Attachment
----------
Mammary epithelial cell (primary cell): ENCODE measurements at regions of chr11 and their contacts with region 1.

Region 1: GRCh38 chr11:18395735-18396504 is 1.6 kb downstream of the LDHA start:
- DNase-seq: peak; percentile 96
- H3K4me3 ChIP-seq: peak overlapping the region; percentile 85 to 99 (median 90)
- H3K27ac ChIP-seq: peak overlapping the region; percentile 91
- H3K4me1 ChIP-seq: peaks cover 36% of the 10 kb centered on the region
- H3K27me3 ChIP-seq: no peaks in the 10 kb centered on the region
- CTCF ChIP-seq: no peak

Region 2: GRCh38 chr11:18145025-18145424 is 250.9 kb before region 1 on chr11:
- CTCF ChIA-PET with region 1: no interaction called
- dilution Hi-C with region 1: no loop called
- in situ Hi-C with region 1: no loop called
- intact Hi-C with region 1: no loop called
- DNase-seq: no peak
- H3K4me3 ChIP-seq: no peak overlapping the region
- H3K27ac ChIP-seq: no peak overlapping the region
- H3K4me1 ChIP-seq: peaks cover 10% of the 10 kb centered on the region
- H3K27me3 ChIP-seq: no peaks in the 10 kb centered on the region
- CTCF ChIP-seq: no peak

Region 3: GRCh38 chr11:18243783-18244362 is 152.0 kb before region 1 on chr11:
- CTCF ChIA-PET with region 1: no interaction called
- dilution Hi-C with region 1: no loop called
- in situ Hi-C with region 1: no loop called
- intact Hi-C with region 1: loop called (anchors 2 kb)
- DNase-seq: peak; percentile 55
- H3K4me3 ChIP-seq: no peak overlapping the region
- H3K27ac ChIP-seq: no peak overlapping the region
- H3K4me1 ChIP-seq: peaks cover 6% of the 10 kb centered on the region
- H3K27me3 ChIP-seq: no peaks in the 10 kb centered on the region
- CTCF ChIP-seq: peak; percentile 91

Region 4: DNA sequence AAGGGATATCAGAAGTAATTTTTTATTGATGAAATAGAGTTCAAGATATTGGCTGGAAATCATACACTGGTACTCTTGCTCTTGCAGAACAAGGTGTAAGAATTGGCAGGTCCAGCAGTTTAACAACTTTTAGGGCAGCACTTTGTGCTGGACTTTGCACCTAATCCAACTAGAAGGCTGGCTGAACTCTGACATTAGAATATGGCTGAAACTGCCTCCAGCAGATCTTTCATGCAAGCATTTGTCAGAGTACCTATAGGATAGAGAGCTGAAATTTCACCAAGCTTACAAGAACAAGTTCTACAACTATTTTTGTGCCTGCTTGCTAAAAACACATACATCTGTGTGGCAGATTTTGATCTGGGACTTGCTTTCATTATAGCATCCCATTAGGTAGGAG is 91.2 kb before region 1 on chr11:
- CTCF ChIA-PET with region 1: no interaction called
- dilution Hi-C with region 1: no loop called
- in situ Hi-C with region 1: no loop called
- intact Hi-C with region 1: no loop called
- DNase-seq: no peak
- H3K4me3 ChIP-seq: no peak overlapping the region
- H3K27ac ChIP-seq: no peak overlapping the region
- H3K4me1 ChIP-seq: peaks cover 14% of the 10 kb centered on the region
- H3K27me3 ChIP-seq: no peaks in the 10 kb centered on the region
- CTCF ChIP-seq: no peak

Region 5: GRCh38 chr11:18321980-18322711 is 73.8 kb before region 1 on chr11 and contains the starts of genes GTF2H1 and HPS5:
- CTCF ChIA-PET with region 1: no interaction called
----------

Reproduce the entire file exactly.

Mammary epithelial cell (primary cell): ENCODE measurements at regions of chr11 and their contacts with region 1.

Region 1: GRCh38 chr11:18395735-18396504 is 1.6 kb downstream of the LDHA start:
- DNase-seq: peak; percentile 96
- H3K4me3 ChIP-seq: peak overlapping the region; percentile 85 to 99 (median 90)
- H3K27ac ChIP-seq: peak overlapping the region; percentile 91
- H3K4me1 ChIP-seq: peaks cover 36% of the 10 kb centered on the region
- H3K27me3 ChIP-seq: no peaks in the 10 kb centered on the region
- CTCF ChIP-seq: no peak

Region 2: GRCh38 chr11:18145025-18145424 is 250.9 kb before region 1 on chr11:
- CTCF ChIA-PET with region 1: no interaction called
- dilution Hi-C with region 1: no loop called
- in situ Hi-C with region 1: no loop called
- intact Hi-C with region 1: no loop called
- DNase-seq: no peak
- H3K4me3 ChIP-seq: no peak overlapping the region
- H3K27ac ChIP-seq: no peak overlapping the region
- H3K4me1 ChIP-seq: peaks cover 10% of the 10 kb centered on the region
- H3K27me3 ChIP-seq: no peaks in the 10 kb centered on the region
- CTCF ChIP-seq: no peak

Region 3: GRCh38 chr11:18243783-18244362 is 152.0 kb before region 1 on chr11:
- CTCF ChIA-PET with region 1: no interaction called
- dilution Hi-C with region 1: no loop called
- in situ Hi-C with region 1: no loop called
- intact Hi-C with region 1: loop called (anchors 2 kb)
- DNase-seq: peak; percentile 55
- H3K4me3 ChIP-seq: no peak overlapping the region
- H3K27ac ChIP-seq: no peak overlapping the region
- H3K4me1 ChIP-seq: peaks cover 6% of the 10 kb centered on the region
- H3K27me3 ChIP-seq: no peaks in the 10 kb centered on the region
- CTCF ChIP-seq: peak; percentile 91

Region 4: DNA sequence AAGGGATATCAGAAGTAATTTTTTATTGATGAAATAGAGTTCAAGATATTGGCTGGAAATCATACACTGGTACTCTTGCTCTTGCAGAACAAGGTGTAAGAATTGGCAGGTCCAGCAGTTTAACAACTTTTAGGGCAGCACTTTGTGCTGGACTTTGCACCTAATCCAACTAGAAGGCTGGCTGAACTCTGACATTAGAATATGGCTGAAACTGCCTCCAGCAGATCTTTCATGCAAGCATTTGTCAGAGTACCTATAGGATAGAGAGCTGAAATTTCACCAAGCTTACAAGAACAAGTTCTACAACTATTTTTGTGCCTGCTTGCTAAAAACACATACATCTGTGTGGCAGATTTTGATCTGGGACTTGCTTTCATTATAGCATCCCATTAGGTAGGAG is 91.2 kb before region 1 on chr11:
- CTCF ChIA-PET with region 1: no interaction called
- dilution Hi-C with region 1: no loop called
- in situ Hi-C with region 1: no loop called
- intact Hi-C with region 1: no loop called
- DNase-seq: no peak
- H3K4me3 ChIP-seq: no peak overlapping the region
- H3K27ac ChIP-seq: no peak overlapping the region
- H3K4me1 ChIP-seq: peaks cover 14% of the 10 kb centered on the region
- H3K27me3 ChIP-seq: no peaks in the 10 kb centered on the region
- CTCF ChIP-seq: no peak

Region 5: GRCh38 chr11:18321980-18322711 is 73.8 kb before region 1 on chr11 and contains the starts of genes GTF2H1 and HPS5:
- CTCF ChIA-PET with region 1: no interaction called